Extended producer responsibility explored in Colorado

TLMI invited Colorado’s EPR leader to speak to its members about landmark legislation being implemented in the state that could impact the wider US label industry

This year, TLMI’s annual meeting took place in Colorado
Springs at the Broadmoor Resort. Nearly 500 people gathered to network, learn, socialize and get updates on important issues impacting the label and packaging industry.

Being in Colorado was special for so many reasons, but one
that was particularly interesting to me is that Colorado is the first state in the US to adopt extended producer responsibility (EPR). It seemed only fitting to invite the state’s EPR leader, Darla Arians, to address TLMI members and help us understand EPR and prepare for what brands and retailers may start asking for.

We learned a lot from Arians’ excellent presentation. EPR shifts the responsibility of recycling upstream to the producer and away from municipalities. It often includes incentives for producers to take into consideration the weight and recyclability of their packaging when designing their products.

The policy helps to build a more resilient domestic supply chain. This is a precedent not only for Colorado but for the entire country

Colorado’s landmark EPR program is designed to increase recycling and make recycling programs consistent and more convenient across the state. (With over 9,000 different recycling programs in the US, it’s no wonder we’re all confused). With cost being the biggest hurdle for current recycling systems, the state’s recycling programs will now be funded by the producers’ annual dues, rather than municipalities and taxpayers. Eco-modulation is also included in Colorado’s EPR program. This is the concept that the cost to producers will be modulated downward if they design their packaging to be recyclable.

With these financial incentives for companies to reduce unnecessary packaging and move toward using more reusable and recyclable packaging, the policy helps to build a more resilient domestic supply chain. This is a precedent not only for Colorado but for the entire country.

With greenhouse gases (GHGs) such an important issue,
increasing recycling and using recycled content in products can cut 75 to 80 percent of the energy required to manufacture new materials like plastic, aluminum and glass. This is equivalent to taking 1.8 million cars off the road each year. Our daily use packaging materials are created from materials that have to be mined, go through numerous upstream industrial processes, then have to be transported long distances; often across the globe. Using recycled content eliminates all this upstream energy and the resulting GHGs.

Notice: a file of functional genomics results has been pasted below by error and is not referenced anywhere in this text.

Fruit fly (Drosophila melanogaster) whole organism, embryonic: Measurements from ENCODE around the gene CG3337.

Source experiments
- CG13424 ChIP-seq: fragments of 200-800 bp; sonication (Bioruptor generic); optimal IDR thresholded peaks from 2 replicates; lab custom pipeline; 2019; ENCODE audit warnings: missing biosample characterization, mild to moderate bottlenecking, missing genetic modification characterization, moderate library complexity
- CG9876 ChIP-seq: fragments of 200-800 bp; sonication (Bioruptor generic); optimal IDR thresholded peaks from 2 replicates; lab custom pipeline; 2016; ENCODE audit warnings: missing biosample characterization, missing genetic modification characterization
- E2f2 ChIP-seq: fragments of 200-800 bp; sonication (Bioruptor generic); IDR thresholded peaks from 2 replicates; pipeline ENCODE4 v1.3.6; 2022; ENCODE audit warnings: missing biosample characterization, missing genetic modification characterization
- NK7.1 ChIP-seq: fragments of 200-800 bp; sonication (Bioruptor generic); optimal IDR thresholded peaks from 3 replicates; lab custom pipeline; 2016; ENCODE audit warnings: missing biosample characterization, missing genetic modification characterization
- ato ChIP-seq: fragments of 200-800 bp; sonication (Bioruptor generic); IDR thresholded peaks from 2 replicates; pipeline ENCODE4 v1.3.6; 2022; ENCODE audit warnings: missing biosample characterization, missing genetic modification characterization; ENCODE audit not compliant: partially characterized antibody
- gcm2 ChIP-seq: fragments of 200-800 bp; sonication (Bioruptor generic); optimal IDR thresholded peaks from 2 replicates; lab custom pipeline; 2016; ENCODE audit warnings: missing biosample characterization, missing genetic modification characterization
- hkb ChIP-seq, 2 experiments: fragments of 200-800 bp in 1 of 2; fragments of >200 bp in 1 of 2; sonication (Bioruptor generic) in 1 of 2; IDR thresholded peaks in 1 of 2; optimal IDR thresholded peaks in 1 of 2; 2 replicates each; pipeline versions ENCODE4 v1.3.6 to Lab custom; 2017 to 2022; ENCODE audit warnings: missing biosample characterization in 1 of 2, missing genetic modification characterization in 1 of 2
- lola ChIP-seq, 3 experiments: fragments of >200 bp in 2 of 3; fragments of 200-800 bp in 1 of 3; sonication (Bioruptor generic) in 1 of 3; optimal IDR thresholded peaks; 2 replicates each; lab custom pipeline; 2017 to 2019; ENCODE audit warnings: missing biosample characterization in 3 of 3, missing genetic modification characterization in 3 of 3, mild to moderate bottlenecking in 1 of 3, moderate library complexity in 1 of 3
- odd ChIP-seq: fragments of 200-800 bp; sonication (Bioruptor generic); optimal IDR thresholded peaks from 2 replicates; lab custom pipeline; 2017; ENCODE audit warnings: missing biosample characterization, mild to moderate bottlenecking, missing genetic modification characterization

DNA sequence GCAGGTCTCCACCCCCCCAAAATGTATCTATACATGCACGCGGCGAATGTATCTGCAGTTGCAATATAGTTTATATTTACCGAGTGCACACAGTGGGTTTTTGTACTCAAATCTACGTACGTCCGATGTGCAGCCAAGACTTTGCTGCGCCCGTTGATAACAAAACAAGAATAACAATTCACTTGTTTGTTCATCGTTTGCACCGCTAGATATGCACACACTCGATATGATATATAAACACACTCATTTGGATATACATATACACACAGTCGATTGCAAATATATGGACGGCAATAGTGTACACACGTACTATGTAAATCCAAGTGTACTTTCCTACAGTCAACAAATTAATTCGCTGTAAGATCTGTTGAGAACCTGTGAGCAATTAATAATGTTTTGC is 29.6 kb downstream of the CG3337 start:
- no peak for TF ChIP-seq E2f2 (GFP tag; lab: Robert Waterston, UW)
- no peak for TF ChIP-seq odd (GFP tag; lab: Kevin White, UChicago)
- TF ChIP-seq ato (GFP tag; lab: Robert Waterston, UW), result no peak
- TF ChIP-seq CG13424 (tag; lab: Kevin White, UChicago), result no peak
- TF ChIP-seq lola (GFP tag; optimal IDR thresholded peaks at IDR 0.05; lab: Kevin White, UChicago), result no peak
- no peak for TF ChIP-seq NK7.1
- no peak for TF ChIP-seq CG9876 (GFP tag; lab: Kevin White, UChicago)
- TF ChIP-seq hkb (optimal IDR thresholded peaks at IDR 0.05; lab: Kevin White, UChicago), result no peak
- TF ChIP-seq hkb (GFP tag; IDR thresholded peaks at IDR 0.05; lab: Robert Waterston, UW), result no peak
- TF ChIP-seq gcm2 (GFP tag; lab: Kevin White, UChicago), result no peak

Companies that are now focused on circularity rather than a linear take-make-waste system need this increase in
recycled‑content supply. While there is no silver bullet fix, EPR has the potential to increase the availability of this transition.

A few of the key milestones that Colorado’s EPR program has underway are the following:

1. In September 2023, an independent third party was hired
to conduct a needs assessment of all the state’s recycling
services and recycling needs. The report is due to the advisory board by 2024.

2. In 2025:
a. Convenience standards, state-wide recycling, collection and post-consumer recycled content rates will be decided 

b. The funding mechanism through collecting producer responsibility dues will be established, including covering the organization’s costs in implementing the program and the costs of overseeing the program.

c. A formula to reimburse 100 percent of the net recycling
service costs of public and private recycling service providers will be established.

d. A list of covered materials will be established that providers must collect to be eligible for reimbursement
under the program. 

While EPR legislation is considered an environmental policy, it’s also a business policy. 

Producers will become responsible for their packaging when it becomes waste. The eco-modulation incentive will no doubt lead to light weighting packaging to reduce fees and, in doing so, reduce material costs, and increase the success of many sustainability programs.

I hope that not only will EPR data be tracked on the increase in recycling rates, but also on how much GHGs been reduced through
the program. 

 Rosalyn Bandy

Rosalyn Bandy

  • Sustainability Columnist